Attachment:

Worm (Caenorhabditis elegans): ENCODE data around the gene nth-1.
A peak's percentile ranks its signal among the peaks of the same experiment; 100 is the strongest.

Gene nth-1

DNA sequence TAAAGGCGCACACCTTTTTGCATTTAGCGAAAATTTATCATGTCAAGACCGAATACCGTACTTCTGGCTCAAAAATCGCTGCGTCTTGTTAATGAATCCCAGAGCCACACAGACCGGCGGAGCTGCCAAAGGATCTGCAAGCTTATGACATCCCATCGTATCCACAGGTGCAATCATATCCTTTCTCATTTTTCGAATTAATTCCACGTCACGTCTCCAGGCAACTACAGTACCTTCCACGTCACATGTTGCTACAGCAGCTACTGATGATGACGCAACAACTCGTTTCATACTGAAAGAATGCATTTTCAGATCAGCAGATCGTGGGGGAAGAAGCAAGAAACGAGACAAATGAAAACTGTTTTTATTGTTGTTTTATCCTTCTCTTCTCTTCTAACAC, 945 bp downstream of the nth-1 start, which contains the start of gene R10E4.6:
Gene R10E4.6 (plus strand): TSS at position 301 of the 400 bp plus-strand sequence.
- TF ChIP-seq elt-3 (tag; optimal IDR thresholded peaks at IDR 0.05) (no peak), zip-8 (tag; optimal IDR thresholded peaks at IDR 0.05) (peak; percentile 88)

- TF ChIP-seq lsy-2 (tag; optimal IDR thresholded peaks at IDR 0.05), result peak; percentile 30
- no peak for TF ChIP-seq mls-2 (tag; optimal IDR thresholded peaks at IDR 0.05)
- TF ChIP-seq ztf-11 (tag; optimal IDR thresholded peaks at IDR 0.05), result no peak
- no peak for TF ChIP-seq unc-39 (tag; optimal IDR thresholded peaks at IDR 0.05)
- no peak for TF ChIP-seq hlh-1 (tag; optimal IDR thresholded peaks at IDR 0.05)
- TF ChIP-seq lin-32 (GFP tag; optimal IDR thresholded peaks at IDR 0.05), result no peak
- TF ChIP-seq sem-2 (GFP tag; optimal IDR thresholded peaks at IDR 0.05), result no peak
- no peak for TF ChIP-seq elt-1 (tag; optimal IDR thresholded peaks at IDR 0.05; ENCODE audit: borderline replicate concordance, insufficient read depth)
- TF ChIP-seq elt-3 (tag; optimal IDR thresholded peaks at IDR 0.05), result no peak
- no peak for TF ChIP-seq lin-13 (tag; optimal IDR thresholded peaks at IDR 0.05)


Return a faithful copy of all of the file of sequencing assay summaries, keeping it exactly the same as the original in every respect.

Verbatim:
Worm (Caenorhabditis elegans): ENCODE data around the gene nth-1.
A peak's percentile ranks its signal among the peaks of the same experiment; 100 is the strongest.

Gene nth-1

DNA sequence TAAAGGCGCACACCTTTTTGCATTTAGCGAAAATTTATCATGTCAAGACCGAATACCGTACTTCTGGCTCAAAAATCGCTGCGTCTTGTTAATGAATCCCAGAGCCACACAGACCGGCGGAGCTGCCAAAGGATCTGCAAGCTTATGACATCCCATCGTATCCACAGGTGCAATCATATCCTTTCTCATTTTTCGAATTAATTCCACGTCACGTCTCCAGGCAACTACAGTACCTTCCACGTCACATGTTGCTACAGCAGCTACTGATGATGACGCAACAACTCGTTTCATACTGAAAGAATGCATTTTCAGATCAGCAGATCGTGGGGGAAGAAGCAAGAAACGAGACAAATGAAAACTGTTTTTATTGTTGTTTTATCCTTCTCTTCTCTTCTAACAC, 945 bp downstream of the nth-1 start, which contains the start of gene R10E4.6:
Gene R10E4.6 (plus strand): TSS at position 301 of the 400 bp plus-strand sequence.
- TF ChIP-seq elt-3 (tag; optimal IDR thresholded peaks at IDR 0.05) (no peak), zip-8 (tag; optimal IDR thresholded peaks at IDR 0.05) (peak; percentile 88)

- TF ChIP-seq lsy-2 (tag; optimal IDR thresholded peaks at IDR 0.05), result peak; percentile 30
- no peak for TF ChIP-seq mls-2 (tag; optimal IDR thresholded peaks at IDR 0.05)
- TF ChIP-seq ztf-11 (tag; optimal IDR thresholded peaks at IDR 0.05), result no peak
- no peak for TF ChIP-seq unc-39 (tag; optimal IDR thresholded peaks at IDR 0.05)
- no peak for TF ChIP-seq hlh-1 (tag; optimal IDR thresholded peaks at IDR 0.05)
- TF ChIP-seq lin-32 (GFP tag; optimal IDR thresholded peaks at IDR 0.05), result no peak
- TF ChIP-seq sem-2 (GFP tag; optimal IDR thresholded peaks at IDR 0.05), result no peak
- no peak for TF ChIP-seq elt-1 (tag; optimal IDR thresholded peaks at IDR 0.05; ENCODE audit: borderline replicate concordance, insufficient read depth)
- TF ChIP-seq elt-3 (tag; optimal IDR thresholded peaks at IDR 0.05), result no peak
- no peak for TF ChIP-seq lin-13 (tag; optimal IDR thresholded peaks at IDR 0.05)